Where are the negotiations on Ireland? And what’s the ‘backstop’?
>> IFA: In the December EUUK joint report (paragraph 49), the UK spelled out its “guarantee of avoiding a hard border” (no physical infrastructure at the border), and how it would be achieved: Option A: Through the overall EU UK relationship, so there would be no need for a hard border. or Option B: The UK would propose specific solutions for a customs partnership or customs arrangement (technology, etc). or, in the absence of A or B, Option C: The backstop solution whereby the UK would “maintain full alignment” with the rules of the SM and CU indefinitely.
So, what’s the problem?
>> IFA: There is no agreement on the legal text of the WA to give effect to paragraph 49 of the joint report. And in paragraph 50, the UK gave a commitment (to the DUP) that there would be no new regulatory barriers between Northern Ireland and the rest of the UK (no Irish Sea border). At the March 2018 council meeting, however, the EU 27 accepted a letter from Theresa May in which she again guaranteed no hard border, and committed to agreeing a legal text for the backstop. Intensified negotiations on Ireland are now taking place on this, alongside talks on the future relationship.
What are the EU’s guidelines for the future relationship?
>> IFA: The EU wants the closest possible partnership with the UK on trade, based on a level playing field, and other areas such as security and foreign policy.
For trade in goods including food, this means zero tariffs and no quotas.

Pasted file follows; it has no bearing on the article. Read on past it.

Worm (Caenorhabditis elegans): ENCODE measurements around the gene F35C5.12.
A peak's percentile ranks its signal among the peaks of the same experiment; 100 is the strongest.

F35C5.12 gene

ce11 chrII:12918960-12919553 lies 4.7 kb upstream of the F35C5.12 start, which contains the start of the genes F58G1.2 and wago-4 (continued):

It says the UK’s position of leaving the SM and CU will inevitably lead to frictions in trade. Divergence in external tariffs and internal rules will mean checks and controls. It rules out cherry-picking or a sector-by-sector approach that would undermine the SM. If the UK’s position evolves, the EU will reconsider its offer.
What’s IFA’s position?
>> IFA: IFA’s consistent policy is that the best outcome for Irish farming and the agrifood sector is that the UK remains in the SM and CU. If this is not possible, then we need a comprehensive future partnership with the UK including: Tariff-free and quota-free trade;
Full UK regulatory alignment to EU standards on food safety, animal health, welfare and the environment; Full UK alignment to the EU’s common external tariff.
So, if the EU and UK reach a deal on the WA that is ratified by both sides, then it’s all sorted? >> IFA: No, we’re still not sorted. Remember that the WA treaty only envisages a political declaration on the framework for the future relationship.
There can’t be a full treaty on the EU-UK future relationship until after the UK has left, and some observers believe these detailed negotiations could take years.
The transition period provides about two years to get this done by end-2020, so that’s a tight deadline. That means another possible cliff-edge on January 1, 2021, unless the transition period is extended, and there is no provision for that, as it stands.
Guest speaker Agriculture Minister Michael Creed TD with Professor Alexander Evans, UCD dean of agriculture, at last week’s UCD’s Brexit Half Way There debate.